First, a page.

_This article originally appeared on Seth Munsey’s new blog, “The Client Centered Coach.” Seth is one of the many awesome gym owners in the Motivate Collective who are adding habit-based training and behavior change techniques to the way they do business. You can join our conversations on our private forum or at our Motivate Summits. _ There’s a great song by the country artist, Brad Paisley, titled “Letter To Me.” In the song, Brad gives advice to his younger self as to how he would have handled certain situations, or what choices he would have made differently.

I, like many of you I’m sure, would love to be able to write a letter to our younger selves and give some much needed pointers. Or in my case, a few hard slaps across the back of the skull.

Every now and then my mind wanders back to 2006 when I first became a personal trainer and knew everything I needed to know to get my clients the body of their dreams.

I was well read in proper exercise selection, programming, the latest stretching techniques, and so on. I knew exactly what my clients needed to get serious results, or so I thought.

I had one nagging problem that kept coming up. I couldn’t keep my clients for more than a few weeks. Man did it suck.

Here I was, holding the golden ticket…the keys to the Ferrari…the ultimate body transformation solution…and they didn’t want it.

The second client I ever had was a really nice man in his 40’s named David. He stated his goals were to lose a few pounds, increase his energy levels, and regain some of his lost flexibility. He was married with two young children and had an extremely stressful job. He wanted to relive the days of his youth and I was the guy that was going to make that happen.

I sold him a 24 session package and got ready to change his life.

A linear periodized program and strict elimination diet was just what he needed.

I still remember him saying repeatedly during his first session, “You’re killing me Seth!” First session and he’s already dishing out compliments? Success!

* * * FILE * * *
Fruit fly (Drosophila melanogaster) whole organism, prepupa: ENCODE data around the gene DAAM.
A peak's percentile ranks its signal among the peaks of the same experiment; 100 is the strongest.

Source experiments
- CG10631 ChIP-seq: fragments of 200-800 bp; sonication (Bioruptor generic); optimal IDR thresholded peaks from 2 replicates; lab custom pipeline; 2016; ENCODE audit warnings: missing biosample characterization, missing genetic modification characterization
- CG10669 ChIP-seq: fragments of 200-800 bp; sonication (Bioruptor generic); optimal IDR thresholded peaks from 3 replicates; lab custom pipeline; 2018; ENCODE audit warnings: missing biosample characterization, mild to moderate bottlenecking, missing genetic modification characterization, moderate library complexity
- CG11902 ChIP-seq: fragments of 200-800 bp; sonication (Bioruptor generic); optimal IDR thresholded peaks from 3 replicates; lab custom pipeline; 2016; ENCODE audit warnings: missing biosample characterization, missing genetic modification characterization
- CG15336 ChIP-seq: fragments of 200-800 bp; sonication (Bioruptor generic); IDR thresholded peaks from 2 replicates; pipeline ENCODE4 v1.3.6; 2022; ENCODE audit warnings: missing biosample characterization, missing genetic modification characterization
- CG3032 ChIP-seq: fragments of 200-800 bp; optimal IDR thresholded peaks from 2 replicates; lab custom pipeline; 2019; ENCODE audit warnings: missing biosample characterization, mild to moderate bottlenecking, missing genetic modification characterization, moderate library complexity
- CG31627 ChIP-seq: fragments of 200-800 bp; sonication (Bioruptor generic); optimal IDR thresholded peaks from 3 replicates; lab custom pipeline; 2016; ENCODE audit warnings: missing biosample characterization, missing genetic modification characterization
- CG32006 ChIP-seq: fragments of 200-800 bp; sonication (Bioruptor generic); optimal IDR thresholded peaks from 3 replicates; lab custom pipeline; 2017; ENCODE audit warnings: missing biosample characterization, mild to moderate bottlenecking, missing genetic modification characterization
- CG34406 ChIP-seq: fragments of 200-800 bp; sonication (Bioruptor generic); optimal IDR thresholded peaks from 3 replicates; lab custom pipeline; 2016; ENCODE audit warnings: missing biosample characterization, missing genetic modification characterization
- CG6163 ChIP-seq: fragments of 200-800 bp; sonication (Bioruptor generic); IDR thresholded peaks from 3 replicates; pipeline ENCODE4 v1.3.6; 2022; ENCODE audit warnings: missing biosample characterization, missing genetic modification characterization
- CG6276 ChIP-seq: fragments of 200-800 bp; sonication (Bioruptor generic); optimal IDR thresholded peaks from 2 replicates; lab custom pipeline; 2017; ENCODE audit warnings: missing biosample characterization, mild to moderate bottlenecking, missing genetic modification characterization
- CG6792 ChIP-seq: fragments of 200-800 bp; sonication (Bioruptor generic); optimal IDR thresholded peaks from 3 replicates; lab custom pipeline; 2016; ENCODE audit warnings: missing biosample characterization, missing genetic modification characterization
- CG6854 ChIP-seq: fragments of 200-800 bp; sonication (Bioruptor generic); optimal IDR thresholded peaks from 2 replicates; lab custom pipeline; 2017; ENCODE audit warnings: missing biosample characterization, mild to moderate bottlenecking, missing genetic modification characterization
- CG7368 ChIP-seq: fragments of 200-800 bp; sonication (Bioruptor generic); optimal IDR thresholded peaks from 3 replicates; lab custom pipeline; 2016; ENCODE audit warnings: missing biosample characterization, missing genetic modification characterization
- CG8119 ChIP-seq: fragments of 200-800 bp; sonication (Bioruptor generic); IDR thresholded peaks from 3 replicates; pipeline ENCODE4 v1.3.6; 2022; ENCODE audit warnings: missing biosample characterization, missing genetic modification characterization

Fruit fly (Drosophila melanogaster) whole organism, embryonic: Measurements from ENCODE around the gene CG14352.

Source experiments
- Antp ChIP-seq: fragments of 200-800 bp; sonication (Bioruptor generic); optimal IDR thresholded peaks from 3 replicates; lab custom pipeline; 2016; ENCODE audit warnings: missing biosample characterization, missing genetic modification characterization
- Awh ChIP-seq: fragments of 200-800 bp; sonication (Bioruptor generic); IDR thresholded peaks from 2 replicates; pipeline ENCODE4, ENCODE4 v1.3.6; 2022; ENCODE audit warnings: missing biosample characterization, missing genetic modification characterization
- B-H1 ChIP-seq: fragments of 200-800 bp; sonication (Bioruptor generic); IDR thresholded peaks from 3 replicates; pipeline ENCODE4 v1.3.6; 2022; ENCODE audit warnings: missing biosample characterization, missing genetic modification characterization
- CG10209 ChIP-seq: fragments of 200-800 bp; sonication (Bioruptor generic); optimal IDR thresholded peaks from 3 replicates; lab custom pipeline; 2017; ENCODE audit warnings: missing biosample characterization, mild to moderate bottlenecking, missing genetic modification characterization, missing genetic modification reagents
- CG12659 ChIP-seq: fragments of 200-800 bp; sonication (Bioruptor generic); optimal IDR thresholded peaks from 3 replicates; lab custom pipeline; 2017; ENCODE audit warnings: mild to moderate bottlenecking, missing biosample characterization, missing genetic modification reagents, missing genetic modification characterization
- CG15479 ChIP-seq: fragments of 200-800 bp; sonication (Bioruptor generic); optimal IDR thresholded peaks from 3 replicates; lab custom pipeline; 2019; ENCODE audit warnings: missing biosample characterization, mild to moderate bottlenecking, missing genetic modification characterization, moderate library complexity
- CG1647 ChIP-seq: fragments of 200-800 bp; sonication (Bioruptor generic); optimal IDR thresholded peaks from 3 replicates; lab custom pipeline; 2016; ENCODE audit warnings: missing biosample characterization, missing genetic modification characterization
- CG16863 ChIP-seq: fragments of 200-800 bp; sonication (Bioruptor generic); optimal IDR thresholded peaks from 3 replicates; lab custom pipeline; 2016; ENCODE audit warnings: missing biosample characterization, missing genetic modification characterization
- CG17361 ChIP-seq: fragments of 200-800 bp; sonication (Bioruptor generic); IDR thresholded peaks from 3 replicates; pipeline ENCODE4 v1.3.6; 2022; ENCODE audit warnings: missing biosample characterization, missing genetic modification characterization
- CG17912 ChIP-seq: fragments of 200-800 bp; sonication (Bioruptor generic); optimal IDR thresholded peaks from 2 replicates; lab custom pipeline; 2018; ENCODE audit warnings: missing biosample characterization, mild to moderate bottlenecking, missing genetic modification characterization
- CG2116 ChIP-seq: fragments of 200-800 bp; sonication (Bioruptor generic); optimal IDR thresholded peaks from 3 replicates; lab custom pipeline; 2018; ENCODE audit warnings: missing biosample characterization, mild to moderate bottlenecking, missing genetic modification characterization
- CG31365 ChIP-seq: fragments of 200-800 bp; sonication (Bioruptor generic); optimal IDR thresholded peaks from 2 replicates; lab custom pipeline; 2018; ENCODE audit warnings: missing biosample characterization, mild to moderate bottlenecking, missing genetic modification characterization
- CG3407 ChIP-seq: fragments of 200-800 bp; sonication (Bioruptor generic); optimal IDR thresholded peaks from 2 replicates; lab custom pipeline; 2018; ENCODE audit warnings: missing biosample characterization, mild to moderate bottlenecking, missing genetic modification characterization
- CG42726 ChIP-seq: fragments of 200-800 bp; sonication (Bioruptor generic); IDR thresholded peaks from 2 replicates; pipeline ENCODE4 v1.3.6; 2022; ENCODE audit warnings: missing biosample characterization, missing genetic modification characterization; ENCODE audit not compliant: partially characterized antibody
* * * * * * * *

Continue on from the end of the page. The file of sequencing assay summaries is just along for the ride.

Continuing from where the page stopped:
The second session was two weeks later because it took him that long to start walking normally again.

That was the last session I had with David. I tried calling him 6 or 7 times over the next few weeks and never heard back.

So here I sit, writing out a letter to my former self. Ready to give advice to someone who thought they knew it all.

Seth, your brain is full. You think you know a lot, so let me just give you one take-away from my many years of successful coaching.

Discover the power of empathy.

That’s it. Just sit on it and let it soak in.

One of the biggest mistakes you can make as a coach is thinking your clients are walking in your shoes.

You need to walk in theirs. You need to meet them where they are currently, not where you want them to be.

You are 26 years old, healthy, athletic, and have a ton of time on your hands to work out, prepare your food, and sleep till noon.

You are not your client.

They have family/work/life stressors that you have no first hand experience in.


Now don’t mistake empathy with sympathy. They are not the same. You do not need to feel sorry or pity for them. You need to try and understand them. That is empathy.

It will not make you soft, or weak, or lesser than. It doesn’t make you a pushover.

Empathy doesn’t mean you condone the choices a person makes, but you do understand why they might have made them.

Think of it as perspective-taking if that makes it easier to swallow.

Now, there are different types of empathy, but I will save that for another letter at some other time.

Here are some ways to build your empathy:

  • Cultivate curiosity about your clients. Ask them questions about how they manage their day. What goes on inside their head as they prepare to come and train with you? What are the stressors they face on a daily basis? Don’t interrogate them though. As oral historian Studs Terkel states, “Don’t be an examiner, be the interested inquirer.”
  • Try spending a day in their shoes. I always joke that the best internship opportunity a new coach working with the general pop could have is spending a week living with a family that has young children. You may think you know what a parent is going through as they try to manage their responsibilities, their children’s lives, and still come and see you, but you really have no clue.
  • Remove all judgment, all pre-conceived notions on what you think your client may be going through, and imagine what you would do if you were in their shoes. Imagine coming home from a stressful 8-10 hour day at work and having only 30 mins to spend with your children before they went to bed; would you honestly choose heading off to the gym to work with a trainer over playing with your kids? image

You can spend time learning everything there is to know about anatomy, physiology, nutrition, and program design, but if you have trouble empathizing and understanding where your client is truly coming from, then the path you pave for your client to walk will be a rocky one.

Learning to become more empathic will not only make you a better coach, but a better partner, friend, parent, sibling, …human being.

“We need to understand that the quality of our lives is directly related to the quality of other people’s lives.” Carly Fiorina